I worried, too, that I did not care for books. Reading did not do to me what it did to my parents, agitating them or turning them into vague beings lost to time, who did not quite notice when I came and went. I read books only enough to satisfy them, and to answer the kinds of unexpected questions that might come in the middle of a meal—What did I think of Pip? Had Ezeulu done the right thing? I sometimes felt like an interloper in our house. My bedroom had bookshelves, stacked with the overflow books that did not fit in the study and the corridor, and they made my stay feel transient, as though I were not quite where I was supposed to be. I sensed my parents’ disappointment in the way they glanced at each other when I spoke about a book, and I knew that what I had said was not incorrect but merely ordinary, uncharged with their brand of originality. Going to the staff club with them was an ordeal: I found badminton boring, the shuttlecock seemed to me an unfinished thing, as though whoever had invented the game had stopped halfway.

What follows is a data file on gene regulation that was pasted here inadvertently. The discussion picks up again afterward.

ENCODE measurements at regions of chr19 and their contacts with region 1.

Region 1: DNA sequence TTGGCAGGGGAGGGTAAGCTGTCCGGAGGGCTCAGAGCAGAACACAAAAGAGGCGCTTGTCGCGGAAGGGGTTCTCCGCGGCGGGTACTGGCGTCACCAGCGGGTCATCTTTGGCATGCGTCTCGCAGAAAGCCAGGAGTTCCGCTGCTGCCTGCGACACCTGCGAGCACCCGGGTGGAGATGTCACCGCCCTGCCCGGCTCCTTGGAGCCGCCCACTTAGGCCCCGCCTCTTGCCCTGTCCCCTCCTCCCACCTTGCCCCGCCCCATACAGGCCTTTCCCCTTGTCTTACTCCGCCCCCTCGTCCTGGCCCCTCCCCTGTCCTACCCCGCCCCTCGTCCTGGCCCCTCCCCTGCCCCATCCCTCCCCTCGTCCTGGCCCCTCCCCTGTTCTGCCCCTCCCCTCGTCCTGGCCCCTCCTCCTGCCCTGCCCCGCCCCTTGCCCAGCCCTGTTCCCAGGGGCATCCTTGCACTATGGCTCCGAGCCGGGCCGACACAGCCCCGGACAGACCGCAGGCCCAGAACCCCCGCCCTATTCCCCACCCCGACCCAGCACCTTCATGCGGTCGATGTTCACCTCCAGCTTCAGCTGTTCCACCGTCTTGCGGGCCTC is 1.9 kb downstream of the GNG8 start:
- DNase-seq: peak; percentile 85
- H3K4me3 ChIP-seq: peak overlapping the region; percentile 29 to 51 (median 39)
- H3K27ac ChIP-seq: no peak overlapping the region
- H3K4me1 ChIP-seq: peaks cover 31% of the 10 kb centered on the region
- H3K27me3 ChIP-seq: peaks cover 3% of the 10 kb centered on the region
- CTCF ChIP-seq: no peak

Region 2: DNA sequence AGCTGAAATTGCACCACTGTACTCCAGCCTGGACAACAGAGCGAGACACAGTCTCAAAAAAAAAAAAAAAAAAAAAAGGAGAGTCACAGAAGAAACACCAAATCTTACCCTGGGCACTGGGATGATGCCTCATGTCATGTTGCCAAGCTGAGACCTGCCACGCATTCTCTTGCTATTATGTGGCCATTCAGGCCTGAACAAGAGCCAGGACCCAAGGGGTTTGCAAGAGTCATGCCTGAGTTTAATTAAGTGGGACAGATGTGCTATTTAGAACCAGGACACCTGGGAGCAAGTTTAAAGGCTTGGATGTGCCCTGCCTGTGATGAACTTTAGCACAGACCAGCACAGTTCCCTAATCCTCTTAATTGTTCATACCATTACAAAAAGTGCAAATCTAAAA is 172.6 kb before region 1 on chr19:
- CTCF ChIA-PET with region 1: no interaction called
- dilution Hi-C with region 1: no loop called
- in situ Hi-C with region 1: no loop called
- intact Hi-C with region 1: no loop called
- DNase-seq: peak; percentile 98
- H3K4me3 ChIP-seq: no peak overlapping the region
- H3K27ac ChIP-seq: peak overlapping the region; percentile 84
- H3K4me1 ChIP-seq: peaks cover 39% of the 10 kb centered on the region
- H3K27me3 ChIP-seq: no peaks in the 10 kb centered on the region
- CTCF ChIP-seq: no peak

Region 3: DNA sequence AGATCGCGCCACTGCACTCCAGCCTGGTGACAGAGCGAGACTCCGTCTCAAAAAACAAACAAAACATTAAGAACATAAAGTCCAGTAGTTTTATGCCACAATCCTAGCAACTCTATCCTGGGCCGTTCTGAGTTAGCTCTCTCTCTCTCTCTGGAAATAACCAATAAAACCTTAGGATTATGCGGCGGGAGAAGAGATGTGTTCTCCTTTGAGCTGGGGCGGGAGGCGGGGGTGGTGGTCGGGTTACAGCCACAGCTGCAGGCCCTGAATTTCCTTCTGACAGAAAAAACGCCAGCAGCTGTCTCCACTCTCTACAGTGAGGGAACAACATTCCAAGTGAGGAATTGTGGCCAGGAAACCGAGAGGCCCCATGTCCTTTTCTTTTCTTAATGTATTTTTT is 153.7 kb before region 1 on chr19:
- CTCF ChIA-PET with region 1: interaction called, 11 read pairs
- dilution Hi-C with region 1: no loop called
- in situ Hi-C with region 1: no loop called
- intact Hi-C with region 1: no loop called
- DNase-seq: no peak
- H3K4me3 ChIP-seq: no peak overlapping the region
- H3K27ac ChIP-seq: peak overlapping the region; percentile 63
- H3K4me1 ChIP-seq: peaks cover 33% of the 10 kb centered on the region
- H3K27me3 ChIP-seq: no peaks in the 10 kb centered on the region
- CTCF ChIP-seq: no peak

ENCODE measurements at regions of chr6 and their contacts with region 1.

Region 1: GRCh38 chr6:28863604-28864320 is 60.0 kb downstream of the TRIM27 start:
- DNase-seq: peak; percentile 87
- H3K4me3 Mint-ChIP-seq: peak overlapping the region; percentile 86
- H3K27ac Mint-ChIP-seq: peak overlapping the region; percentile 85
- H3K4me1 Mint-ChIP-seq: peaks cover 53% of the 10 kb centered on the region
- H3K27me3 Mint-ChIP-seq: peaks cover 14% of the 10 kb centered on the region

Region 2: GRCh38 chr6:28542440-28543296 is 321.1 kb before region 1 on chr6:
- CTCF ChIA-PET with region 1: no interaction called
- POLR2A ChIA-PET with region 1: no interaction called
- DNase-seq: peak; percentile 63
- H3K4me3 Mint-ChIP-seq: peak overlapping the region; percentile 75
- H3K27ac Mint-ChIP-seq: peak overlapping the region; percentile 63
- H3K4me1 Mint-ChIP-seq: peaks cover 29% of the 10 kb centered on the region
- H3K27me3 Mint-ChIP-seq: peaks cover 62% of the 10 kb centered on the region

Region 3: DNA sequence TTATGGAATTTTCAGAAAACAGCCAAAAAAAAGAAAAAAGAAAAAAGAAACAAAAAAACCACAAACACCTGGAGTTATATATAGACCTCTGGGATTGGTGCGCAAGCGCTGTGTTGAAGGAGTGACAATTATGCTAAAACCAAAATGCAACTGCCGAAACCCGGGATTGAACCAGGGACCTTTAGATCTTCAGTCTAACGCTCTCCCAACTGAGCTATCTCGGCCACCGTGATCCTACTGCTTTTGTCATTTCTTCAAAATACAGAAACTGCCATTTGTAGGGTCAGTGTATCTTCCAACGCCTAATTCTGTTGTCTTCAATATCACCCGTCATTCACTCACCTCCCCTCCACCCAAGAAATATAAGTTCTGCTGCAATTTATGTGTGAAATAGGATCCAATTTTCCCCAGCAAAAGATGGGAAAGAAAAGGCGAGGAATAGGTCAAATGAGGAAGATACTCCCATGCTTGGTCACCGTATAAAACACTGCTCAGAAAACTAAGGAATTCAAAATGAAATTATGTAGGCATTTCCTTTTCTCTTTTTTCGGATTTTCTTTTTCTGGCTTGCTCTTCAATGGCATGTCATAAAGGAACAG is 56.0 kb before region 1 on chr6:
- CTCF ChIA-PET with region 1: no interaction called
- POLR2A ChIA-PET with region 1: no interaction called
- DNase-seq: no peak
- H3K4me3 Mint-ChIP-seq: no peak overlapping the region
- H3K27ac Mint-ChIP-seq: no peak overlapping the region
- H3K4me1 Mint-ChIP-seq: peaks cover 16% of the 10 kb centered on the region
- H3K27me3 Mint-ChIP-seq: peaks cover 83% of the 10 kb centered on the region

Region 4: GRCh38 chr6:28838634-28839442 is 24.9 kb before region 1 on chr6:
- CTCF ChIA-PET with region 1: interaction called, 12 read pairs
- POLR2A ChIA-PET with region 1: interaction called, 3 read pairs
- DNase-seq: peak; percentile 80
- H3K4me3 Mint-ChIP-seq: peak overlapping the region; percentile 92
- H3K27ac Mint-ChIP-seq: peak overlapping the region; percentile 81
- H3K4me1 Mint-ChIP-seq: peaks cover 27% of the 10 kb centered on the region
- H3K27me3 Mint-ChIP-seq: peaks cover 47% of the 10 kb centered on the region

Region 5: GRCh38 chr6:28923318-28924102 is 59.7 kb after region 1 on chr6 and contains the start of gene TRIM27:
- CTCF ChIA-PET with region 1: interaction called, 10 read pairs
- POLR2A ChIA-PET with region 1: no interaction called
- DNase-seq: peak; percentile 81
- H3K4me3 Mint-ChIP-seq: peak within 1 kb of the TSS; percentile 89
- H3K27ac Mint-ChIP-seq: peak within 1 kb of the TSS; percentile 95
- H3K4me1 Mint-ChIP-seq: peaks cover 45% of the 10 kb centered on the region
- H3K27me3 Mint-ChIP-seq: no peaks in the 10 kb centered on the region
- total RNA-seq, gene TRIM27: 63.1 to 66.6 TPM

What I loved was kung fu. I watched “Enter the Dragon” so often that I knew all the lines, and I longed to wake up and be Bruce Lee. I would kick and strike at the air, at imaginary enemies who had killed my imaginary family. I would pull my mattress onto the floor, stand on two thick books—usually hardcover copies of “Black Beauty” and “The Water-Babies”—and leap onto the mattress, screaming “Haaa!” like Bruce Lee. One day, in the middle of my practice, I looked up to see Raphael standing in the doorway, watching me. I expected a mild reprimand. He had made my bed that morning, and now the room was in disarray. Instead, he smiled, touched his chest, and brought his finger to his tongue, as though tasting his own blood. My favorite scene. I stared at Raphael with the pure thrill of unexpected pleasure. “I watched the film in the other house where I worked,” he said. “Look at this.”